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ARMYs Found A Deeper Meaning Behind Some Of The “On The Street” Filming Locations

BTS’s J-Hope takes ARMY on a stroll down memory lane (of course, safely on the street) and his artistic development in “On the Street,” which was released on March 3 and featured none other than one of his biggest musical influences, J. Cole. In the post-credits scene of J-Hope’s February 2023 documentary, J-Hope In The Box, he alluded to the single track, saying, “J-Hope In The Box focused on showing J-Hope as a person. On Hope ‘On The Street’, I’ll be going back to my roots.” Fans were captivated by the preview and wondered what exactly the roots he wanted to showcase, whether musically or physically. Following the release of the music video, fans were curious about the filming locations in J-Hope’s “On the Street” music video.

J-Hope kept to his word that the song would focus on his humble beginnings, going back to his days as a street dancer before joining one of the biggest boy bands in history. J-Hope sings about giving his all for the fans who have put their love and faith in him as the song follows him through New York City. The song also acts as a sort of goodbye for now, as it comes after Big Hit released a statement informing the public of J-Hope’s plans to start the initiation process of joining the military and the termination of his enlistment postponement.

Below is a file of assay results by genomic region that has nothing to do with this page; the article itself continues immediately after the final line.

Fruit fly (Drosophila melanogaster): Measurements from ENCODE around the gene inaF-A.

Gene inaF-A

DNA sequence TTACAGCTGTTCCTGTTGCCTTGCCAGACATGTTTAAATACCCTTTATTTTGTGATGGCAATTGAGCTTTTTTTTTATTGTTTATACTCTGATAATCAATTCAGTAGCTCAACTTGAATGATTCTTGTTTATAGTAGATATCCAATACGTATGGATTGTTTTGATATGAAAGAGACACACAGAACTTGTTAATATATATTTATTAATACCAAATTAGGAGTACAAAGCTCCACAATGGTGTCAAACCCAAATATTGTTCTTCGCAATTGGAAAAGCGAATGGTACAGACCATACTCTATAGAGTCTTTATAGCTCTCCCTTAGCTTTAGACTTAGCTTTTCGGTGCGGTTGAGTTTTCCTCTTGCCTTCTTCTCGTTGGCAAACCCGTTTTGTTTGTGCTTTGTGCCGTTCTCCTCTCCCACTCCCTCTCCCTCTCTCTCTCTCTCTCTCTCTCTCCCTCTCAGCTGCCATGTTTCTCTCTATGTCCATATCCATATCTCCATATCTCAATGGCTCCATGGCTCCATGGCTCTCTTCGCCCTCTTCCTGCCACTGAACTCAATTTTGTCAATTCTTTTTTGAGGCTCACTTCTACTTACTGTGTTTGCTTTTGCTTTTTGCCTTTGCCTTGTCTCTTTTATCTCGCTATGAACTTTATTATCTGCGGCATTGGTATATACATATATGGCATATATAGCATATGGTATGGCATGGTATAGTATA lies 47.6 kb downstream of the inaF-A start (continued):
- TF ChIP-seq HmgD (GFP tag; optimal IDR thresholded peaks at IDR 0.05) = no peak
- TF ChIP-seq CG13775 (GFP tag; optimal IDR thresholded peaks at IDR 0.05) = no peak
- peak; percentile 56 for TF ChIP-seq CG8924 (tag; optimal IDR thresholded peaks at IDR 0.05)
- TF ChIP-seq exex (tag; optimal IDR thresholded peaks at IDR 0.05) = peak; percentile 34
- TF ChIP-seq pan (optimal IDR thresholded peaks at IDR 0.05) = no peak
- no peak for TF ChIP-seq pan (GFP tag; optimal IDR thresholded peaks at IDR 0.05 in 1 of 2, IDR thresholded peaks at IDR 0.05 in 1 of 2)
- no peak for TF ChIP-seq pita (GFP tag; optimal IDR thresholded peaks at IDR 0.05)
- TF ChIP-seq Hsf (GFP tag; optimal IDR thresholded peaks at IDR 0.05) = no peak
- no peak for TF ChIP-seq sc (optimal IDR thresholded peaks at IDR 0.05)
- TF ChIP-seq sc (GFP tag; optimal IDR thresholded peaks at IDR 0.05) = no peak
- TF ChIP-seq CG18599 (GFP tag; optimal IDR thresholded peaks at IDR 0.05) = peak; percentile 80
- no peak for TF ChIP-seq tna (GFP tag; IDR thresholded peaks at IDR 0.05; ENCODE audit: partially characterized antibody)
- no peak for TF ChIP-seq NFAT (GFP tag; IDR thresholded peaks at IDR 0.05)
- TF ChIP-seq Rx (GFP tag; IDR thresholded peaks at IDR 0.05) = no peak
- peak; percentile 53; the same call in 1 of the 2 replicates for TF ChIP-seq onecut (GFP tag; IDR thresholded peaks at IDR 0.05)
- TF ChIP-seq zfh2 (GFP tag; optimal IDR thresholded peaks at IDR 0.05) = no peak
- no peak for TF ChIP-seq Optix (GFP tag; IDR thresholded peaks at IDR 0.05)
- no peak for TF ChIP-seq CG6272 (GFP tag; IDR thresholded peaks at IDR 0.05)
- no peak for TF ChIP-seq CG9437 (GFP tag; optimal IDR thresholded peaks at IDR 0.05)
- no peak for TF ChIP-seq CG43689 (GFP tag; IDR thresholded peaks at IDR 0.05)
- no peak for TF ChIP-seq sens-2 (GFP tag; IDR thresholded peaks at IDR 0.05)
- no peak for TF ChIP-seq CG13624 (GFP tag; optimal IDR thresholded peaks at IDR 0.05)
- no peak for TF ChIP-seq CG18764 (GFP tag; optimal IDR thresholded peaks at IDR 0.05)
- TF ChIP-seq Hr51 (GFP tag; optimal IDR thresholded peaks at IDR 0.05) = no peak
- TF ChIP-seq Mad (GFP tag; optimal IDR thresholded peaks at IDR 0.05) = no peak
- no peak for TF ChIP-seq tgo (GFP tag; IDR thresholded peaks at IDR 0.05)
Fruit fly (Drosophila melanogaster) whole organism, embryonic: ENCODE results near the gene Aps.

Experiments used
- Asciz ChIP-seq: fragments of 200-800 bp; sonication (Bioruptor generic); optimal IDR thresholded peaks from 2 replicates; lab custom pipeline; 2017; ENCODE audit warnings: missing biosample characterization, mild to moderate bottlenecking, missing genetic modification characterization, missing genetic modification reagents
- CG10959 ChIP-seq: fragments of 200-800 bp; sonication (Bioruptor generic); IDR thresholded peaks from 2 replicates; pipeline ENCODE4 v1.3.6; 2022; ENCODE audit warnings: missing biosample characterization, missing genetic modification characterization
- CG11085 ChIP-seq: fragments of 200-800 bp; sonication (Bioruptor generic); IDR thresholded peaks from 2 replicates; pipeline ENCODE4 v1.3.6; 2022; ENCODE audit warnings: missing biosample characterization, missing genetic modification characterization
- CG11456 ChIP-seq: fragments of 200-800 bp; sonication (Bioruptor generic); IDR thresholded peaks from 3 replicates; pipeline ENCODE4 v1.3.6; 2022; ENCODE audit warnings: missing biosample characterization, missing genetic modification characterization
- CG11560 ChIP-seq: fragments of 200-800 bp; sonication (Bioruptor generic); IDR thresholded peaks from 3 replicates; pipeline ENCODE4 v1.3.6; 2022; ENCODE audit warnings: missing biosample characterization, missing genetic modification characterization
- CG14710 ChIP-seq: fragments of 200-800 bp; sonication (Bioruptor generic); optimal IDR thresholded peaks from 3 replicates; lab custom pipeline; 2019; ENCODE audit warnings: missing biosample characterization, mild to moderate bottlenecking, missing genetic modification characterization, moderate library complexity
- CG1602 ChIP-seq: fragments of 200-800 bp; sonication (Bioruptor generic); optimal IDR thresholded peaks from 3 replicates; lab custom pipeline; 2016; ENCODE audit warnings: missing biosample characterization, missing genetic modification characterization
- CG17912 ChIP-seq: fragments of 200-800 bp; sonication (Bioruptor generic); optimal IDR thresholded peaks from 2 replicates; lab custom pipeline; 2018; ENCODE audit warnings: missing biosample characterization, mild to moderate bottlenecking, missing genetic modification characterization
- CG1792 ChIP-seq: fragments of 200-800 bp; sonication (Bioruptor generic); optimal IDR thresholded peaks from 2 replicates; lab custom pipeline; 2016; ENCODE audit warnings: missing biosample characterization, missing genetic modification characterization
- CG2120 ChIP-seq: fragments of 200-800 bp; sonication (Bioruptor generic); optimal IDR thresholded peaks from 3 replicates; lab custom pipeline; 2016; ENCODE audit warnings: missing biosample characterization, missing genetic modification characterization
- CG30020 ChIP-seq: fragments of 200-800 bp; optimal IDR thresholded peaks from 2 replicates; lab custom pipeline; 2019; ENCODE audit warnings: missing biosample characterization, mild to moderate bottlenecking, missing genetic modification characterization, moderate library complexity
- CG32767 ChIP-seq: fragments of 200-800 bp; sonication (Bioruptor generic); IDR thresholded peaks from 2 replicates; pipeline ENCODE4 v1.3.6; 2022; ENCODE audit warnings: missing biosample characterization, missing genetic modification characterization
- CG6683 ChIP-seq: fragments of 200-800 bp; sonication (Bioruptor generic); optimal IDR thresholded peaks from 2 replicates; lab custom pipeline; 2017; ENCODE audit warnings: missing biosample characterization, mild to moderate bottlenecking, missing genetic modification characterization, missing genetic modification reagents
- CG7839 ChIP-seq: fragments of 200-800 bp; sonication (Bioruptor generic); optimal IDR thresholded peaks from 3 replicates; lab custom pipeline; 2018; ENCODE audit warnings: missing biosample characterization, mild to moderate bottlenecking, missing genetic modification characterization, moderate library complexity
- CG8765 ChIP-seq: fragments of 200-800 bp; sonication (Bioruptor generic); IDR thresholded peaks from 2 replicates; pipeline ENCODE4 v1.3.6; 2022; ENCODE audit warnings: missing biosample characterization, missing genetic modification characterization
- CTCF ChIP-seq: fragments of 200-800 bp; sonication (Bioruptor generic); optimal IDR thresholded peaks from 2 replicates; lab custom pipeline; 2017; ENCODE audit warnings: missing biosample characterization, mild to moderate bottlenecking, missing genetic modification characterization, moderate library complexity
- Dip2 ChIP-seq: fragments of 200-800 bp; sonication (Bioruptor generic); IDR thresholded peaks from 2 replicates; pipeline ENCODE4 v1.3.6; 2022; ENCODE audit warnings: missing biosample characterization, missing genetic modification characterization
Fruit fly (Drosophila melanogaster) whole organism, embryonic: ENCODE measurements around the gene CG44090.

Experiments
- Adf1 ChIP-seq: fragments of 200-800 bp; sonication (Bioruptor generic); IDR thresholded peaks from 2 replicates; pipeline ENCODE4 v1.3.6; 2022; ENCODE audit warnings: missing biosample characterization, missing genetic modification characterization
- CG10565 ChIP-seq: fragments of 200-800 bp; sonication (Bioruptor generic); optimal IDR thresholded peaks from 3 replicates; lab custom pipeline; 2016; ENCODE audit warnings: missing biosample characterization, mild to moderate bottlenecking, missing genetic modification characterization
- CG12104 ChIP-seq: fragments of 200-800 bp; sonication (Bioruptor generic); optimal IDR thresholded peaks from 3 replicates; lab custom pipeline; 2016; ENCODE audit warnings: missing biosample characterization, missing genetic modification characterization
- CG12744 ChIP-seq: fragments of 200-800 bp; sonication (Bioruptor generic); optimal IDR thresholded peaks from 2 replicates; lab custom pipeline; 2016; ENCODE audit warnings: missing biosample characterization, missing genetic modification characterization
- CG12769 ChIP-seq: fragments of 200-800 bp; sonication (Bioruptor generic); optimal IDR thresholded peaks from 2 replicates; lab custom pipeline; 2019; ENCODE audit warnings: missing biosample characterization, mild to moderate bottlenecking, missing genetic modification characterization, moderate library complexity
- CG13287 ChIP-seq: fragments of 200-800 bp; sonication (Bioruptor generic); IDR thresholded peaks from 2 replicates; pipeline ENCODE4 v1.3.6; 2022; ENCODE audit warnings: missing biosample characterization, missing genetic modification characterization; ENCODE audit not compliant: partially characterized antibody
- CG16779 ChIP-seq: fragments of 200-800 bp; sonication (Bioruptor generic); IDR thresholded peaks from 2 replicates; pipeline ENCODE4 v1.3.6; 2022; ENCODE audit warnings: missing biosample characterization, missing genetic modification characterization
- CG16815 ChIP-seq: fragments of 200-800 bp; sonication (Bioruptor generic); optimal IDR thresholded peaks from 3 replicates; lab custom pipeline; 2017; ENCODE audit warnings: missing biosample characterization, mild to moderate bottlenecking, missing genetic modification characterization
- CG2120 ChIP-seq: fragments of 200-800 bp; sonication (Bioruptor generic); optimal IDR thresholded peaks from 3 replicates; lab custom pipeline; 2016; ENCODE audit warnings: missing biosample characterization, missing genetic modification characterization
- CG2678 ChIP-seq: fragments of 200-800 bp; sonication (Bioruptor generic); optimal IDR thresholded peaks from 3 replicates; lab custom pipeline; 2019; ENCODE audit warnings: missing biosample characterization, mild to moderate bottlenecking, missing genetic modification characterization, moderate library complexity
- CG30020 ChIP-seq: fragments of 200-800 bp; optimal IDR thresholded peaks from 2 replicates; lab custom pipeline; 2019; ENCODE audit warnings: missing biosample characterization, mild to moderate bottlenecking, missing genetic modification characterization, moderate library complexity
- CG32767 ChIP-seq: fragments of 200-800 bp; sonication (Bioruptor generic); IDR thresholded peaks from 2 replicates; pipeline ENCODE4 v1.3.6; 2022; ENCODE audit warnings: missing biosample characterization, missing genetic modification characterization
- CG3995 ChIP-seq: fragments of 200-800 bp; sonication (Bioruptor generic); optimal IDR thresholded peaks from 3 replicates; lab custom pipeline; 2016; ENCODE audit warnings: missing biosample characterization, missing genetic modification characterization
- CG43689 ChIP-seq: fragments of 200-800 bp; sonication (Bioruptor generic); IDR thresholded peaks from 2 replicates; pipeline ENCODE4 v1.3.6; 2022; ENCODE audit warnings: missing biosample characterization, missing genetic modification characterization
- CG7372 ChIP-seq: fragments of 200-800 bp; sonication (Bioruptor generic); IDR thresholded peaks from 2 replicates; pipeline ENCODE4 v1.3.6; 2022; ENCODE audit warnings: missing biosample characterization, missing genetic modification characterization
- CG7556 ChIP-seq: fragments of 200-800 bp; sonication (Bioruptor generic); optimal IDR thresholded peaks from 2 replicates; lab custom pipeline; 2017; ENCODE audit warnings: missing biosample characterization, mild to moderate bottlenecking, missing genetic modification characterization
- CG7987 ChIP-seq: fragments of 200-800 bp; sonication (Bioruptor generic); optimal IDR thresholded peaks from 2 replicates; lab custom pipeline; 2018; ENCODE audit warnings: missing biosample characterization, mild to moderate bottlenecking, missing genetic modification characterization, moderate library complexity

The music video showcases New York’s alleyways and emphasizes a more laid-back and grounded environment; fans and the general public alike were intrigued by some of the specific locations shown in the music video, such as the alley, subway station, and roof where he meets J. Cole at the end. Some fans even pointed to possible deeper meanings of the filming locations and the intentions behind them. I’ve done a bit of deep diving and put on my ARMY thinking cap to discover some of the locations and theories.

The “On the Street” filming location in Cortlandt Alley could be a nod to J. Cole’s “Simba.”

ARMY is quick to become detectives for music video locations, as proven by their discovery that Jin’s “The Astronaut” was shot on the Warner Bros. lot. This time around, they noticed that the teaser photos and music video alley shots were filmed in Cortlandt Alley in Tribeca, between the streets of Walker and White. 

Fans also pointed out that the filming may have also been a homage to J. Cole himself. The South Korean-based video production company, Lumpens, which has previously worked on BTS music videos including “FAKE LOVE” and “DNA”, shared a link to J-Hope’s MV with a GIF of Simba from The Lion King on their Instagram story. Fans of J. Cole will recall “Simba” as one of his first songs and music videos from his debut mixtape The Come Up, released in 2007. The video starts with a shot from the sky that slowly pans down to J. Cole in the streets of New York City, which is oddly similar to the beginning intro of J-Hope’s video on “On the Street,” which pans to a similar street where J-Hope is speaking with a child.